Blind Boys of Alabama
In the seven decades since the Blind Boys of Alabama first began singing together, America has witnessed a World War, the civil rights movement, and the Summer of Love; the moon landing, Vietnam, and the fall of the Berlin Wall; JFK, MLK, and Malcolm X; the invention of the jukebox, the atomic bomb, and the internet. Through it all, the Blind Boys’ music has not only endured, but thrived, helping both to distinguish the sound of the American south and to push it forward through the 20th century and well on into the 21st. Consisting of Jimmy “Jimster” Carter, Ricky McKinnie, Paul Beasley, Rev. Julius Love, newest addition Sterling Glass, and led by Music Director and lead guitarist Joey Williams, the group has the rare distinction of being recognized around the world as both living legends and modern-day innovators. They are not just gospel singers borrowing from old traditions; the group helped to define those traditions in the 20th century and almost single-handedly created a new gospel sound for the 21st. Since the original members first sang together as kids at the Alabama Institute for the Negro Blind in the late 1930s (including Jimmy Carter, who leads the group today), the band has persevered through seven decades to become one of the most recognized and decorated roots music groups in the world.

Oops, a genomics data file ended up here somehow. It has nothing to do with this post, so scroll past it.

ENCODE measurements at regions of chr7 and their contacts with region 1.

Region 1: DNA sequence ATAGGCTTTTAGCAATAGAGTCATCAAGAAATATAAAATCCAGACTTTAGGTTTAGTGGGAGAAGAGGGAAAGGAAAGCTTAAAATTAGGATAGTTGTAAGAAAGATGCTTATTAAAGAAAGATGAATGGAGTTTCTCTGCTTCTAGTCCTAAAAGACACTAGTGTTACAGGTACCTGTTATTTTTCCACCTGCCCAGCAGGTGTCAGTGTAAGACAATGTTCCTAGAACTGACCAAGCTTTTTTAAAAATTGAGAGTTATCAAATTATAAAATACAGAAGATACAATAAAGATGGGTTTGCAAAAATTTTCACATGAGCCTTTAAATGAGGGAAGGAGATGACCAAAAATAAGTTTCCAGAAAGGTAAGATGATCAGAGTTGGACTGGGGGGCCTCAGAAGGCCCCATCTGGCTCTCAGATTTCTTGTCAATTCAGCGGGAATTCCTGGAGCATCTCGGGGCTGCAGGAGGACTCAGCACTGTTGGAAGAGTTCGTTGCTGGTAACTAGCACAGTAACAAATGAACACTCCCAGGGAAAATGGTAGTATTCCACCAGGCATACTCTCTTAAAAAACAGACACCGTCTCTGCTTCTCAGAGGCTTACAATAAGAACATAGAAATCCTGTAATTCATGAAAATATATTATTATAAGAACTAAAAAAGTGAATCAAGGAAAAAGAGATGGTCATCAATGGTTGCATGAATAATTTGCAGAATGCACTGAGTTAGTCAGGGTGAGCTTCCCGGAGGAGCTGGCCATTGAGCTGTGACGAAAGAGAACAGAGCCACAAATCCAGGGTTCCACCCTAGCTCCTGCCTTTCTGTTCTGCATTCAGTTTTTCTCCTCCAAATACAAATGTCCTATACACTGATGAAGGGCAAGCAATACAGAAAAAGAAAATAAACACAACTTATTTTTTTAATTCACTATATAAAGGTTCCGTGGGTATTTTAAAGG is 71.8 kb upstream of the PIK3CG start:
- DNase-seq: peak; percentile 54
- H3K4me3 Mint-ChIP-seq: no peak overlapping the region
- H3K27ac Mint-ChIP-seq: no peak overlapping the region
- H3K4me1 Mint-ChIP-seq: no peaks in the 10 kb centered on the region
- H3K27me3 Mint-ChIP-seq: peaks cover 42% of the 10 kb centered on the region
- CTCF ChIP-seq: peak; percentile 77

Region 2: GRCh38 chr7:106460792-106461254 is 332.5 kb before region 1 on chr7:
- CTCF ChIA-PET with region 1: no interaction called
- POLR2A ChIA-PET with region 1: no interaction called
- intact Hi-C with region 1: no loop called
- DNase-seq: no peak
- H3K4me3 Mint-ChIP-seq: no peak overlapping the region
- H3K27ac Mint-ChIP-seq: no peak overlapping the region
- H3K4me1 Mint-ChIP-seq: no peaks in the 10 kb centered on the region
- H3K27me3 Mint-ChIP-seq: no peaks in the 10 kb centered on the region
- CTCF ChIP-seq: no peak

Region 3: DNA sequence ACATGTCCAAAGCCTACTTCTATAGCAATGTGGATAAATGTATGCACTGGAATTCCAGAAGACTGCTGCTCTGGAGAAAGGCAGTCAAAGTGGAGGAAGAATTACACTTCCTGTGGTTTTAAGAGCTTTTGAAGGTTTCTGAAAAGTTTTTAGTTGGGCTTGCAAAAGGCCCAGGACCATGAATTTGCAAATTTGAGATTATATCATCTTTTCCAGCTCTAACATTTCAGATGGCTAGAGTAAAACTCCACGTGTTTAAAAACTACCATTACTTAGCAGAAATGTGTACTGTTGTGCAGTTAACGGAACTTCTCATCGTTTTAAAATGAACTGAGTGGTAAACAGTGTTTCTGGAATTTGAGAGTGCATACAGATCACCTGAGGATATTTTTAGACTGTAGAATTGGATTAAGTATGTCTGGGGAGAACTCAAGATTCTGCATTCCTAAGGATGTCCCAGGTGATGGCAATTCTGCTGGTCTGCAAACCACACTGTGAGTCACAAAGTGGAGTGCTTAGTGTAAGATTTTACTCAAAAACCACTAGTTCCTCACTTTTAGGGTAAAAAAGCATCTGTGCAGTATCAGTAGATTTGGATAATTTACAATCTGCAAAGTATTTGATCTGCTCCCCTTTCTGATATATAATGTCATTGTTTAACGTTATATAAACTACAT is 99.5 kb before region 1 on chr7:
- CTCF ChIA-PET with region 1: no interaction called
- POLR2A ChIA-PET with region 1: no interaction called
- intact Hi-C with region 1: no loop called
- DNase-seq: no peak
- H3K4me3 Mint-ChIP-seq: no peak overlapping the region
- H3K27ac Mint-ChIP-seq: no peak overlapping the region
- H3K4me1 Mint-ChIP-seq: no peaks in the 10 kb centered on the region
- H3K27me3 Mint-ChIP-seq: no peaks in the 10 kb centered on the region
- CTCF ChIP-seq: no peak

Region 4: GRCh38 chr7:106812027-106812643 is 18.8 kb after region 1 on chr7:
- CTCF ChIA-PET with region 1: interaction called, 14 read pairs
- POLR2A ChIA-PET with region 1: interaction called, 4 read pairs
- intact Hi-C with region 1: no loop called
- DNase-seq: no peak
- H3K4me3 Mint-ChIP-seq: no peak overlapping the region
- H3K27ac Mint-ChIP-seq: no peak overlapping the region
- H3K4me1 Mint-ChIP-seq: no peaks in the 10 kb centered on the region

Touring throughout the South during the Jim Crow era of the 1940s and 1950s, the Blind Boys flourished thanks to their unique sound, which blended the close harmonies of early jubilee gospel with the more fervent improvisations of hard gospel. Since they released their debut single, “I Can See Everybody’s Mother But Mine,” on the iconic Veejay label in 1948, the Blind Boys have been hailed as “gospel titans” by Rolling Stone Magazine. In the early 1960s, the band sang at benefits for Dr. Martin Luther King, Jr., and were a part of the soundtrack to the Civil Rights movement. But as the years passed, gospel fans started to drift away and follow the many singers who had originated in the church but were now recording secular popular music. And the Blind Boys, who refused many offers to ‘cross over’ to secular music, also saw their audiences dwindle. However, the Blind Boys persevered, and their time came again, starting in the 1980s with their starring role alongside Oscar winner Morgan Freeman, in the Obie Award-winning Broadway musical “The Gospel at Colonus,” which began a new chapter in their incredible history. It’s almost unbelievable that a group of blind, African-American singers, who started out touring during a time of whites-only bathrooms, restaurants and hotels, went on to win five GRAMMY® Awards, a Lifetime Achievement GRAMMY, be inducted into the Gospel Music Hall of Fame, and to perform at the White House for three different presidents.